Thursday, August 19, 2010
Same-Sex “Marriage” Is Not a “Privilege or Immunity” under the Constitution
A federal United States judge recently ruled in striking down California’s ban on gay marriage that there is a previously-unknown federal right under the Due Process Clause of the Fourteenth Amendment to the United States Constitution to have one’s marriage to whomever one wants be recognized by the state.
In light of U.S. Supreme Court Justice Clarence Thomas' brilliant concurring opinion in McDonald v. Chicago, the right to keep and bear arms case, it is necessary to explore whether or not gay marriage is a right under the Privileges and Immunities Clause of the Fourteenth Amendment. “Privileges and immunities” is another way of saying “freedoms and rights.” See my July post, A Conservative Federalist Commentary on the Right to Keep and Bear Arms Ruling, in which I explain why this clause in the Amendment is controlling, not the Due Process Clause. The Privileges and Immunities Clause requires states to guarantee those pre-existing natural law rights endowed by our Creator that the states recognized under their own constitutions at the time of their ratification.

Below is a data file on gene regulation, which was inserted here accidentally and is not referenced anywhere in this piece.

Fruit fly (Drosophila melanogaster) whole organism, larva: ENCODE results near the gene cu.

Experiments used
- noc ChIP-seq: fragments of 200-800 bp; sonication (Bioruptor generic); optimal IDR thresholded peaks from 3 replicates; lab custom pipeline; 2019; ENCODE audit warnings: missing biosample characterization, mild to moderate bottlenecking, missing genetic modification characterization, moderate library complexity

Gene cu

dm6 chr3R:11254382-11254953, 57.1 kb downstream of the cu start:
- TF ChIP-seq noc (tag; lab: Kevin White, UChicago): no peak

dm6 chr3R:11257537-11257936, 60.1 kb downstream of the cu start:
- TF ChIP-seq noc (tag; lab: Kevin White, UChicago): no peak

The institution of marriage has always been recognized by the States as between one man and one woman. Therefore, there is no right that requires a state to recognize any other relationship as a marriage, as it is neither a privilege nor immunity under a state constitution. Thus, the federal constitution does not require states to recognize a right to same-sex “marriage” or any other “marriage” between any individuals other than one man and one woman.